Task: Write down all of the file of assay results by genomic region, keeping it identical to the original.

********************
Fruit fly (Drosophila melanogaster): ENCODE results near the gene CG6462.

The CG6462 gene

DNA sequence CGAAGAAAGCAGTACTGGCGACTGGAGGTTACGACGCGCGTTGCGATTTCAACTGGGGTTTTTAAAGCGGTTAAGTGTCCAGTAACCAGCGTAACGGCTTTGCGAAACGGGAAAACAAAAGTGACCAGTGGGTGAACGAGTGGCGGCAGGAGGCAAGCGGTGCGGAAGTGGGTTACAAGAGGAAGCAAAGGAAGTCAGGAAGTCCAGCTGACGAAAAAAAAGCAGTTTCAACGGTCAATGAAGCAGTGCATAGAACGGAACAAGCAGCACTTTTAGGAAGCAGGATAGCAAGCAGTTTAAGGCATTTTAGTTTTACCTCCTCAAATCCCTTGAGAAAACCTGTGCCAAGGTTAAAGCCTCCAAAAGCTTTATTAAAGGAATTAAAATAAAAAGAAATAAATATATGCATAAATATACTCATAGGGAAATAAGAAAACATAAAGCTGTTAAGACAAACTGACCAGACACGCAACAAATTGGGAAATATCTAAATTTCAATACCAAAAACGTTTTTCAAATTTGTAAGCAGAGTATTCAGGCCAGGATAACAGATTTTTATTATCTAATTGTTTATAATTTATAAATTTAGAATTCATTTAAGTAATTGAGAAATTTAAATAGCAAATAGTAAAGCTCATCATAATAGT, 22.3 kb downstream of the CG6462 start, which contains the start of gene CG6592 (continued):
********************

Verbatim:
Fruit fly (Drosophila melanogaster): ENCODE results near the gene CG6462.

The CG6462 gene

DNA sequence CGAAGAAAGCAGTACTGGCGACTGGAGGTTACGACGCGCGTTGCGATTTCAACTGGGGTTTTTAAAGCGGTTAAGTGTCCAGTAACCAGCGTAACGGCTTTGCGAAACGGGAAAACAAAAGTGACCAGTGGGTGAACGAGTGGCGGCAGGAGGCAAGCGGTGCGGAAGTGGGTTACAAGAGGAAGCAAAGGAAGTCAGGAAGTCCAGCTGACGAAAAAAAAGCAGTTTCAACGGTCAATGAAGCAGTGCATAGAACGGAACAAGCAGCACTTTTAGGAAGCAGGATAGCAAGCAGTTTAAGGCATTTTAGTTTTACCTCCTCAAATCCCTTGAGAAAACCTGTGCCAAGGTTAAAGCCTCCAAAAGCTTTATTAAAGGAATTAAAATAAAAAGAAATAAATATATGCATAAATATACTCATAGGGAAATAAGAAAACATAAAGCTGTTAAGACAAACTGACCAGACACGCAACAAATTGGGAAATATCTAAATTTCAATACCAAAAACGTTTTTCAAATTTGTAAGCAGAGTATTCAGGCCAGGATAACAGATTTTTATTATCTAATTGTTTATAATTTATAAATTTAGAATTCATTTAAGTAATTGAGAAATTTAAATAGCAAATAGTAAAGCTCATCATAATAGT, 22.3 kb downstream of the CG6462 start, which contains the start of gene CG6592 (continued):